Potential hemlock hybrids tolerant to invasive hemlock woolly adelgid

Nov 10, 2010

New hemlock hybrids that are tolerant to the invasive insect known as hemlock woolly adelgid have been created by U.S. Department of Agriculture (USDA) scientists.

Geneticist Richard Olsen and horticulturist Sue Bentz of USDA's Agricultural Research Service (ARS) teamed up with Forest Service entomologist Mike Montgomery to breed and select these tolerant hybrids. Olsen and Bentz work in the U.S. National Arboretum's Floral and Nursery Plants Research Unit in Beltsville, Md. The arboretum is located in Washington, D.C., and is operated by ARS, the principal intramural scientific research agency of USDA.

Over the past few decades, two hemlocks native to the United States-Tsuga canadensis and Tsuga caroliniana-have been under attack by the small sucking insect Adelges tsugae, also known as the hemlock woolly adelgid (HWA). Originally from Asia, this aphid relative has spread to forests and backyards in 17 eastern states, killing hemlock trees and devastating .

Under the direction of ARS geneticist Denny Townsend (now retired), the arboretum began a breeding program in the 1990s to develop hemlock hybrids tolerant to HWA. The scientists crossed hemlock species native to the United States with germplasm-collected in Asia-of hemlocks that have shown tolerance to the insect. Now, 10 years later, Olsen and Bentz have developed 140 hemlock hybrids, 108 of which are suitable for testing.

In 2006, Olsen and his colleagues began a multi-year field trial to test each hybrid's degree of tolerance to HWA. Testing more than 170 trees, the researchers artificially infested the hybrids by attaching HWA-infested branches to the hybrids' lower branches and securing them with mesh bags to prevent the insects from escaping. They found the species T. chinensis and its hybrids to be most tolerant to HWA.

Details of the scientists' studies have been published in the Journal of Economic Entomology, the Journal of Arboriculture and the Journal of the American Society for Horticultural Science.

The hybrids are appealing not only due to their tolerance, but because they have good vigor and shape. Still, the researchers have several years of testing to complete before they can release these hybrids.

Explore further: No walk in the park for S. Africa's embattled game rangers

More information: Read more about this research in the November/December 2010 issue of Agricultural Research magazine.

Provided by United States Department of Agriculture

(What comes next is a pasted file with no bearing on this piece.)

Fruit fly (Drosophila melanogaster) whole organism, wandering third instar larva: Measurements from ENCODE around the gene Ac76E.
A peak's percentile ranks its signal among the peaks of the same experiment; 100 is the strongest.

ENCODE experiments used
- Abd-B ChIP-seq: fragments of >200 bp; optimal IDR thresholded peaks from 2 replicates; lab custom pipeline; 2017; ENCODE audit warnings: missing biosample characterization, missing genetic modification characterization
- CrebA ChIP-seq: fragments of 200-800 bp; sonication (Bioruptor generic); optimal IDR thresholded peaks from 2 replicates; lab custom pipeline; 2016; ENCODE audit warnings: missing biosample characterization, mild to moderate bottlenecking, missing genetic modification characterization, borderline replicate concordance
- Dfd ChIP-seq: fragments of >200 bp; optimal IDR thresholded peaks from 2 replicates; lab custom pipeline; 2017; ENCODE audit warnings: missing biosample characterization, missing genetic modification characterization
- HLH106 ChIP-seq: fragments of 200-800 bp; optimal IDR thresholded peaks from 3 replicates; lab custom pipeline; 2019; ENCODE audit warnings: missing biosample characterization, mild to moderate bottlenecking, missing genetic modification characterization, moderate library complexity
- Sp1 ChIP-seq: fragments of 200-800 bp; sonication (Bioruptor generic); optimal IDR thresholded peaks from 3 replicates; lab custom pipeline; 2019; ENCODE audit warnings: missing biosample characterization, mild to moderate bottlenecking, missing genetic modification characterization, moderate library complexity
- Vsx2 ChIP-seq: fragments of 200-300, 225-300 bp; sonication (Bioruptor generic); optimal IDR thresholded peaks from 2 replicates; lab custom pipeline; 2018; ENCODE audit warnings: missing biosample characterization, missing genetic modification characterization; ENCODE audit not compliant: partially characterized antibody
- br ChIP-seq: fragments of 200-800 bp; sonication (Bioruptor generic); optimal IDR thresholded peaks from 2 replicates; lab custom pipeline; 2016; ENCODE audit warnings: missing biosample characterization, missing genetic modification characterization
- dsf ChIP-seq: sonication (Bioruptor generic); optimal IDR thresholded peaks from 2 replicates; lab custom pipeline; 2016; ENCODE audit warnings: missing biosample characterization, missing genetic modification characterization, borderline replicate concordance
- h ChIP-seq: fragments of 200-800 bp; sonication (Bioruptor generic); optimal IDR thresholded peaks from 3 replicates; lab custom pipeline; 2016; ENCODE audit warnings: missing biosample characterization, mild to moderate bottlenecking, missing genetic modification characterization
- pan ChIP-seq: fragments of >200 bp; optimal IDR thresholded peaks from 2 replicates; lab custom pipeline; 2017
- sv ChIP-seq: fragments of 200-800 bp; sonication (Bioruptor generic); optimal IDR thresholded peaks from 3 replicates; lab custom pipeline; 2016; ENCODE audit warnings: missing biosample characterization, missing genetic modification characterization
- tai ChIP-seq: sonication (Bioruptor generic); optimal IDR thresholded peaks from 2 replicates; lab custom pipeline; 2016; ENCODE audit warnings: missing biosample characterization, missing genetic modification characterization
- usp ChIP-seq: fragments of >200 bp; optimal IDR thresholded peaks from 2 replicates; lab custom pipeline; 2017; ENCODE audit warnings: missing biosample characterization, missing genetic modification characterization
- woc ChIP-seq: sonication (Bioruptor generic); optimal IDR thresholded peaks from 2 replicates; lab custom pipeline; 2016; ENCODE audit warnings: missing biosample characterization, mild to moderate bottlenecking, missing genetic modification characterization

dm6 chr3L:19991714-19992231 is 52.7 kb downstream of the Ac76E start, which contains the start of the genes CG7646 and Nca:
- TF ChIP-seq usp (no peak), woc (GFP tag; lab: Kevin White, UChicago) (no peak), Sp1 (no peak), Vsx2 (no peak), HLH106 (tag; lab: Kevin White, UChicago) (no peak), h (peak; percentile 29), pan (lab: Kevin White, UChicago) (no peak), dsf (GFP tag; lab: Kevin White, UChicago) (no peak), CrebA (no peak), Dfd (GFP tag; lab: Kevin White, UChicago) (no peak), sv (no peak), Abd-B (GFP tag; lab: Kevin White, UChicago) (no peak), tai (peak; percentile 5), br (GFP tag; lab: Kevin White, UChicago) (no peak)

not rated yet
add to favorites email to friend print save as pdf

Related Stories

Japanese beetle may help fight hemlock-killing insect

Sep 10, 2007

The eastern hemlock, a tall, long-lived coniferous tree that shelters river and streamside ecosystems throughout the eastern United States and Canada, is in serious danger of extinction because a tiny, non-native ...

Preserving the Hemlock

Mar 04, 2008

As part of an ongoing effort to preserve the imperiled eastern hemlock tree species, researchers from North Carolina State University have successfully located the most genetically diverse populations of the species in the ...

Scientists Find Evidence of Casuarina Hybrids

Sep 14, 2009

(PhysOrg.com) -- Hybrids of the invasive Australian plant species Casuarina exist in Florida, Agricultural Research Service (ARS) scientists and university cooperators have found.

Recommended for you

Invasive lionfish likely safe to eat after all

1 hour ago

Scientists have learned that recent fears of invasive lionfish causing fish poisoning may be unfounded. If so, current efforts to control lionfish by fishing derbies and targeted fisheries may remain the ...

Brother of Hibiscus is found alive and well on Maui

17 hours ago

Most people are familiar with Hibiscus flowers- they are an iconic symbol of tropical resorts worldwide where they are commonly planted in the landscape. Some, like Hawaii's State Flower- Hibiscus brackenridgei- are en ...

Boat noise impacts development and survival of sea hares

19 hours ago

While previous studies have shown that marine noise can affect animal movement and communication, with unknown ecological consequences, scientists from the Universities of Bristol and Exeter and the École Pratique des Hautes ...

User comments : 0